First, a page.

SALT LAKE CITY – Wind or rain, cold or snow, they'll be ready.
Granted, this is not Manchester United vs. Real Madrid. But if RSL can hold its own again against Monterrey, it will get a chance in December to prove itself on the world stage.
"We haven't had that Lake Placid moment for U.S. soccer," RSL general manager Garth Lagerwey said, referring to the 1980 "Miracle on Ice" for the U.S. Olympic hockey team. "That's the opportunity we have in front of us. We have an event to put the world on notice that American soccer has taken another step forward."
There, it would face five other confederation champions and the host nation. The last three FIFA Club World Cup winners came from Europe: Inter Milan, Barcelona and Manchester United.
Real Salt Lake would be the first Major League Soccer team to qualify under the revamped format. D.C. United won the CONCACAF Champions League in 1998 and the L.A. Galaxy in 2000 but neither title resulted in a FIFA Club World Cup appearance.
RSL has precious little history on its side, and not much money as well. RSL's payroll compared to that of Monterrey and possible Club World Cup opponents is as low as the temperatures forecast for Wednesday night.
Last week, when RSL played in Monterrey, it was 95 degrees at gametime. On Wednesday night, temperatures at Rio Tinto Stadium in suburban Salt Lake City figure to be in the low 40s.
"The colder the better," midfielder Will Johnson said.
The game is sold out, with 20,000-plus seats quickly snapped up by season ticket-holders at prices between $20 and $500. The fans don't care that Real Salt Lake is built with castoffs rather than stars. They embrace the concept.
RSL's payroll for 26 players is roughly $2.6 million. David Beckham's salary alone with the L.A. Galaxy is $6.5 milllion, and he earns another $15 million annually in endorsements.
Monterrey, seeking its first continental crown in its 66-year history, has several national team members making more than $1 million.
As Johnson knows, money doesn't always buy happiness. He spent two-plus seasons playing for a pair of Dutch teams but grew tired of feeling alone. In Salt Lake, RSL is tight-knit, as evidenced by a recent Easter brunch where each player brought a dish. Plus, Johnson knows where to go if he craves great empanadas (Fabian Espindola's) or Jamaican jerk shrimp (Andy Williams').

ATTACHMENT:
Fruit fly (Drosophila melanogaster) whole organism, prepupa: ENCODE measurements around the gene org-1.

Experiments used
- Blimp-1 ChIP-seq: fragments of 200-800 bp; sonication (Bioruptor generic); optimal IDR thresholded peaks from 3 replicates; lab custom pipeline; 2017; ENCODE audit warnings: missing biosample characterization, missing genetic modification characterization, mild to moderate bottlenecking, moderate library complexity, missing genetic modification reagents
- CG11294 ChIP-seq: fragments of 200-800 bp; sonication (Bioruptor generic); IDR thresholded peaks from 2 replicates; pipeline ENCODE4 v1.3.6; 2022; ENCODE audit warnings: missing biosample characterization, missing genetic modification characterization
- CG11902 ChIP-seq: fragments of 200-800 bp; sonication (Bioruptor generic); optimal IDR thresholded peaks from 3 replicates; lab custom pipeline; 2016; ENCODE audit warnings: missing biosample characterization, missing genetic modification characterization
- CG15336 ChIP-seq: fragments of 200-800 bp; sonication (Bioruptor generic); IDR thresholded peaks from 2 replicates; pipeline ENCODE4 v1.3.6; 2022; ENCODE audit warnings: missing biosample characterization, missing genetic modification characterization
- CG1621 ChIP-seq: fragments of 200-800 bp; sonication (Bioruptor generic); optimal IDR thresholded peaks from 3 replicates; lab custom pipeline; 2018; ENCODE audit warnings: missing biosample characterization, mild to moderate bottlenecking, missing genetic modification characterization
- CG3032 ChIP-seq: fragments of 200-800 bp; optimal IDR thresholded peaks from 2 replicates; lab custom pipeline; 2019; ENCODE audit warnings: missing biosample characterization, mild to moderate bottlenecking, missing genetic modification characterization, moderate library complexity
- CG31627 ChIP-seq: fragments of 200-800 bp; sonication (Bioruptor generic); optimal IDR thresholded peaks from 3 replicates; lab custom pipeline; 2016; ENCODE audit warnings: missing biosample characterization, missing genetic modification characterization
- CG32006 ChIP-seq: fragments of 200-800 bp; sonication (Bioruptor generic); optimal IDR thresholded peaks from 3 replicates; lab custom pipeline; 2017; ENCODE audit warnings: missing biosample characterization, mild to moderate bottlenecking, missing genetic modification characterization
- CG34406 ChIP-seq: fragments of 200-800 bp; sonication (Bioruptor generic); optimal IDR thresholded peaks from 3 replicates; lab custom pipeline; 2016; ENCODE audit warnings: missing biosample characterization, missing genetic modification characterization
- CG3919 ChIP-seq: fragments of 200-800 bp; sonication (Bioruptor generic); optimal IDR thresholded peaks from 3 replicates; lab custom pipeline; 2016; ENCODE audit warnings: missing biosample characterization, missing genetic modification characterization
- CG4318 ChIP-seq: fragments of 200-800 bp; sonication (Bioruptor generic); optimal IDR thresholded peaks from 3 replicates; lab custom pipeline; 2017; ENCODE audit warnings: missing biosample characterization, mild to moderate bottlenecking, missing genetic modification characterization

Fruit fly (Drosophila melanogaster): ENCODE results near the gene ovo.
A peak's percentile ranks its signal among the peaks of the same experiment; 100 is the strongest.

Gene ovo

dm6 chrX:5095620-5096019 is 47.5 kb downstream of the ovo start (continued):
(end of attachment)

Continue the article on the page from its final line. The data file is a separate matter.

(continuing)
RSL captain Kyle Beckerman, who is suspended for Wednesday's game because he picked up a second yellow card in CONCACAF play last week, is one of Kreis' highest-paid players at $250,000 annually.
Kreis went from player to coach in the middle of the 2007 season. Rather than signing big-name players, he went after those who would sacrifice for a common purpose. Kreis at the time was 34, the youngest MLS coach.
"It was just unheard of to ... drop him into the middle of that abyss and hope he can swim," said RSL color analyst Brian Dunseth, a former RSL player and captain of the U.S. team at the 2000 Olympics.
The traits that helped earn Kreis league MVP honors as a striker for the Dallas Burn (now FC Dallas) served him well as a coach.
"He definitely wasn't the superstar ... and he's never been a million-dollar player, but he was a guy who earned every single opportunity he's had," Dunseth said.
Kreis guided RSL to the MLS Cup in 2009, his second full season as coach. Now he has the players and fans aiming higher.
Last week, RSL played Monterrey to a 2-2 tie. The two away goals mean RSL advances to the FIFA Club World Cup with a win, 1-1 or scoreless tie. The game would go into overtime and possibly penalty kicks if it ends in a 2-2 tie. Monterrey would advance outright with a victory or 3-3 tie or greater.
Monterrey figures to be dangerous, certainly if Chilean striker Humberto Suazo is healthy. However, it must overcome the loss of striker Aldo de Nigris, who is out with accumulated yellow cards.
Monterrey also must overcome a passionate crowd that is expected to be clad in red. RSL is unbeaten in its last 37 games at Rio Tinto — a far cry from those days at the University of Utah's Rice-Eccles Stadium, on artificial turf with football yard markers still painted on the field.
Kreis can already picture Wednesday night's ending.
"To lift the trophy in front of a sellout crowd, screaming for us, that's the stuff dreams are made of," he said.